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Why is "Girly-Man" acceptable, and "Macaca" not?

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Bill Wetzel
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"She maybe is Puerto Rican or the same thing as Cuban. I mean they are all very hot. They have, you know, part of the black blood in them and part of the Latino blood in them that, together, makes it." - Arnold Schwarzenegger

With those comments, Arnold has joined a growing list of Republican lawmakers who have recently made racially insensitive, if not downright racist comments. However, unlike George "Macaca" Allen and Conrad "Little Guatemalan Man" Burns, Schwarzenegger's comments have another disparaging tinge to them. One that is made even worse when you look at his own personal history.

You see, anybody can make a stupid comment. In fact, anybody can do a stupid thing or two. We all have. And, in today's media frenzied climate, a public figure is in constant danger of stepping on his tongue for almost any comment on any subject, however innocuous their intentions may be. It happens.

Although, the problem with Arnold is that he has one consistent running theme in his background. He has problems in dealing with women. His past is littered with unwelcome advances and misogynistic quotes. He has famously devalued women as a way of attacking men, because in his world associating femininity with masculinity (girly-men) is a horrible affliction.

Unfortunately, hardly anybody ever notices or cares about these issues.

Witness the reaction to his comments, which were made about a Republican female legislator, Assemblywoman Bonnie Garcia, who has condoned them. They almost exclusively were related to the RACIAL aspects of his comments and not the sexual objectification of women.

This makes me wonder if the problem is not so much Arnold Schwarzenegger as it is the position of women in society as whole. Because guys like Arnold would not have gotten a free pass for so long if we were not a society of like-minded enthusiasts and woeful enablers.

For one thing, men are practically raised as chauvinists. It is not only okay, it is ideal for us to sexual objectify women. From before we are even at a sexual age, we are bombarded with advertisements, pornography and entertainment, all with sexual overtones. Of course, sex is not only thrown at us, it is also somewhat taboo. Sex is portrayed as both pleasurable and dirty, so, by proxy, women are shed in this light as well. It dehumanizes women, and downplays their emotions. Women become little more than sperm receptacles, although at some point in time they are needed to cook, clean and bear children.

They live their lives as servants, in some way, shape or form, for men.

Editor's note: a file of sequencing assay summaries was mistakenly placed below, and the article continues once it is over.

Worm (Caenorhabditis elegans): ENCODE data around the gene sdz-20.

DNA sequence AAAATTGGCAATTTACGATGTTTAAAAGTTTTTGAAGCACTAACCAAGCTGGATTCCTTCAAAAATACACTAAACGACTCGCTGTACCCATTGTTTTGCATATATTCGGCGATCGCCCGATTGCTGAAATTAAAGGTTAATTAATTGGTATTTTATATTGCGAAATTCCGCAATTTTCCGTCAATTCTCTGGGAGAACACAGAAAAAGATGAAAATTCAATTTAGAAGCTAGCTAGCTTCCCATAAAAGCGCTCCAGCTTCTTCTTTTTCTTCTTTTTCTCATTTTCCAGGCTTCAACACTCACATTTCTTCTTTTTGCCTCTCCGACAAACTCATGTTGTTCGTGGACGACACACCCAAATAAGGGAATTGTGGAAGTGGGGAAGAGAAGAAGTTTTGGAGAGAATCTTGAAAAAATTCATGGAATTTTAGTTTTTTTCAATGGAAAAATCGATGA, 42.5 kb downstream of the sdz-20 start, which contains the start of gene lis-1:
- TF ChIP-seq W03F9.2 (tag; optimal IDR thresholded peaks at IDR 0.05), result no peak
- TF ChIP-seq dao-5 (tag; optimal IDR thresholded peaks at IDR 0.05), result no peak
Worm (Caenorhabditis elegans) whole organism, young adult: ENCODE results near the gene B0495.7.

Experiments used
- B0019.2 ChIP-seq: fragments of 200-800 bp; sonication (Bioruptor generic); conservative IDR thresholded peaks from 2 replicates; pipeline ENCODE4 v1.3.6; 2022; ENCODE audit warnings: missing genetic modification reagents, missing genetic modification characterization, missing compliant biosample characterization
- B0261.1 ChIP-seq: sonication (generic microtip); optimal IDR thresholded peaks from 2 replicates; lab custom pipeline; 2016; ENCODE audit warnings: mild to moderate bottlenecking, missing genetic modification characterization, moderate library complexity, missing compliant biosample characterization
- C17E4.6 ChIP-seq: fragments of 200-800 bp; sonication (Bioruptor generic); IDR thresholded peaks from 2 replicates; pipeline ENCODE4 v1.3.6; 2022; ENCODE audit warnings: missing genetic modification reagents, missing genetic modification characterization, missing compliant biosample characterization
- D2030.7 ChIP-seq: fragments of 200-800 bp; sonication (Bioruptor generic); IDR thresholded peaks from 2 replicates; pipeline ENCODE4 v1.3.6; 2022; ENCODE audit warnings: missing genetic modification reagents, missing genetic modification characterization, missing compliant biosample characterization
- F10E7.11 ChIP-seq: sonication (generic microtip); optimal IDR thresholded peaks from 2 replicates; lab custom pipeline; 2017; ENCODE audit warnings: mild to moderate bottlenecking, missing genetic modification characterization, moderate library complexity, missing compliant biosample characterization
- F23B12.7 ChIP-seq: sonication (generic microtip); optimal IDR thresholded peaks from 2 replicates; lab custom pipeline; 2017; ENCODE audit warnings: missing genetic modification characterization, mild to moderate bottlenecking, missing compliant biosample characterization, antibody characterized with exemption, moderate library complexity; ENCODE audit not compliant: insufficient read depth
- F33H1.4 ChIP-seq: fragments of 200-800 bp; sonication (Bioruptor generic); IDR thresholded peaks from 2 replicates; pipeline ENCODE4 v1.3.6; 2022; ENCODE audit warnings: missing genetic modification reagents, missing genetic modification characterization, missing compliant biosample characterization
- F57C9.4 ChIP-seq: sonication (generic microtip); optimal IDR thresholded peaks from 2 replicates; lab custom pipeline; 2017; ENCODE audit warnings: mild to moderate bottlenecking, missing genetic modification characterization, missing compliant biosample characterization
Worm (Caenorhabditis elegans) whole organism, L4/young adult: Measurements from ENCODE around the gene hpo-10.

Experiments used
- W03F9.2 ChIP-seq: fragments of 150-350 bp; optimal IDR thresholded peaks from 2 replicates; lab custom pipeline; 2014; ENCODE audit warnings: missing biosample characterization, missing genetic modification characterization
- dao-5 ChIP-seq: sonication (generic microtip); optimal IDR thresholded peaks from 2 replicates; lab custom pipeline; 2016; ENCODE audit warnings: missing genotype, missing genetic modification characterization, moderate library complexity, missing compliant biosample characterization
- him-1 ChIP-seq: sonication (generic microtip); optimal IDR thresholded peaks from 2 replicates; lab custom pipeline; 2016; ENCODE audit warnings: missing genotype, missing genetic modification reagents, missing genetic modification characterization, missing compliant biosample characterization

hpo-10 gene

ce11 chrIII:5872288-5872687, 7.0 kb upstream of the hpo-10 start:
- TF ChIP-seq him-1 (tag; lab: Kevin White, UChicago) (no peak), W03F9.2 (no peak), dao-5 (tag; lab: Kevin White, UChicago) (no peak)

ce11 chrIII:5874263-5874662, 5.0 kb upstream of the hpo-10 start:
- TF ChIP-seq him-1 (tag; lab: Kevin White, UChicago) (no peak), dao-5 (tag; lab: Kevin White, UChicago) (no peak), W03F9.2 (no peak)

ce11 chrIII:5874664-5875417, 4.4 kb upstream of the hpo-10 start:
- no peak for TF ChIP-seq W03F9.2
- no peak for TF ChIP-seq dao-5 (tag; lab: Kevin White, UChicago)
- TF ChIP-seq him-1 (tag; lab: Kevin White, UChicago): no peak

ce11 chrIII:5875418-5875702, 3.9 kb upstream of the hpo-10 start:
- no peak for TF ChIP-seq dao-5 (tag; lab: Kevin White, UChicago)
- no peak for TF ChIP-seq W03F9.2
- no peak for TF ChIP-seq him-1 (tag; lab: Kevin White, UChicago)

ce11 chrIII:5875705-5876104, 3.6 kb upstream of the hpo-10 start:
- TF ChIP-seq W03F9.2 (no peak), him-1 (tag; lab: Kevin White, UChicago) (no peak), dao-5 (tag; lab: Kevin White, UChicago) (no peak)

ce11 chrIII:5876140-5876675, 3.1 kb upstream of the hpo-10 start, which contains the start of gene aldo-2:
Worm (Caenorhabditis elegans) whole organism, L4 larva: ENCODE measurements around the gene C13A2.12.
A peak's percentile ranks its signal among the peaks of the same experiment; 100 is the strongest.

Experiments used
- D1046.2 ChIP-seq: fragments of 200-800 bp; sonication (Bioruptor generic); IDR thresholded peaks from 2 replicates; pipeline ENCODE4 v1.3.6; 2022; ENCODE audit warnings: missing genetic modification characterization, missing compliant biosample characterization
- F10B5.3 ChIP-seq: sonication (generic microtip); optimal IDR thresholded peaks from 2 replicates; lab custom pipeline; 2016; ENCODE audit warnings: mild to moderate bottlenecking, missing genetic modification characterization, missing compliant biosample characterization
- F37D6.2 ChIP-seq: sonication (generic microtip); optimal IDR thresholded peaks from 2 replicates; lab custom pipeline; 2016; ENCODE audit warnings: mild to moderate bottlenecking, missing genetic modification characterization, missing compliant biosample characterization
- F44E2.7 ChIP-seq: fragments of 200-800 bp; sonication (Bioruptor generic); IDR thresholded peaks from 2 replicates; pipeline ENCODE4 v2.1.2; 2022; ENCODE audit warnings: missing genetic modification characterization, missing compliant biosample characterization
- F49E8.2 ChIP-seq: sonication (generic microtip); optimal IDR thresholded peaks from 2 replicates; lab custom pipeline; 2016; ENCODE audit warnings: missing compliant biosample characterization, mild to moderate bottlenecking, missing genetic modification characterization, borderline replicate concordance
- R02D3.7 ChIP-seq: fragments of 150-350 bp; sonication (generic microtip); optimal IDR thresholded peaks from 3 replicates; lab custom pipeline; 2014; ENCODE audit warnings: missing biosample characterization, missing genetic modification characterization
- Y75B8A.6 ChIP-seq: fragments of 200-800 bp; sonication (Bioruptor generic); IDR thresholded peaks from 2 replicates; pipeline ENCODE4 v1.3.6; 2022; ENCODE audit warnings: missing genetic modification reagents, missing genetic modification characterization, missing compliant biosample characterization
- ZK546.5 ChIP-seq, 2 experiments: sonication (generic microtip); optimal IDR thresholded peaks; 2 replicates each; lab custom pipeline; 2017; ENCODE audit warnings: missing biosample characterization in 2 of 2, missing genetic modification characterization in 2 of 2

Our language is also filled with female denigration. In music, on television, in film and in our daily lives. Observe how terms associated with women are utilized to disparage men. Remember the "Girly-men" comment referenced earlier? Well, that type of negative confluence is commonplace in our vernacular. How many times have you heard a man/boy denigrate another by calling them a "p*ssy" or a "b*tch?" How often is all of this considered a joke? Dismissed as one?

Too often.

As a Blackfeet Indian, I habitually study literature, history, film and pop culture from a certain perspective. Most accounts of American Indians, and other minorities, are viewed through a Eurocentric prism, meaning that the history and portrayals of people of skin color are recorded through the eyes of Europeans and European descendents. Women face a similar situation, in that their history and societal roles are perpetuated by a white male power structure. Furthermore, women are raised and educated within this hostile power structure. They have to see the gendering of discourse in all aspects of their lives.

Women live in a world where femininity is weak. Masculinity is strong. Where being sexist is laughed off as a joke. Where Senators can make stupid comments on race and get excoriated, but a known misogynist can make a sexist comment which is virtually invisible to the world.

Is the race aspect of what Schwarzenegger said important? Yes, it is. Partly because he is dumb enough to look at race from that point of view, the notion of racial characteristics, explicitly inherent in the "blood" of someone of skin color. But, it's more important to understand the sexuality of minority women. There is a white male fetish for the
"dirtiness" of a minority woman. They are dehumanized. Willing and unrapeable. Female promiscuity and skin color are conflated in the eyes of men. Hood rats. Ghetto booty. Border Banger. It all means minority women are lascivious, sexual creatures.

Amerigo Vespucci used to write about the New World, in order to encourage adventurous men to come and colonize this far off and foreign place. He portrayed indigenous women as uncontrollably lustful. Naked and animal-like. These women would defile and prostitute themselves at the opportunity to copulate with Christians. He specifically noted that while they were immodest and libidinous, they were still clean and beautiful. This is a typical male fantasy. The sexy, dirty, yet somehow clean and beautiful brown woman.

Do not think men are all that much different nowadays.

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Bill Wetzel is Amskapi Pikuni aka Blackfeet from Montana. His writing has appeared in the American Indian Culture & Research Journal, Yellow Medicine Review, Studies In Indian Literatures (SAIL), Hinchas de Poesia, Red Ink Magazine, Literary (more...)

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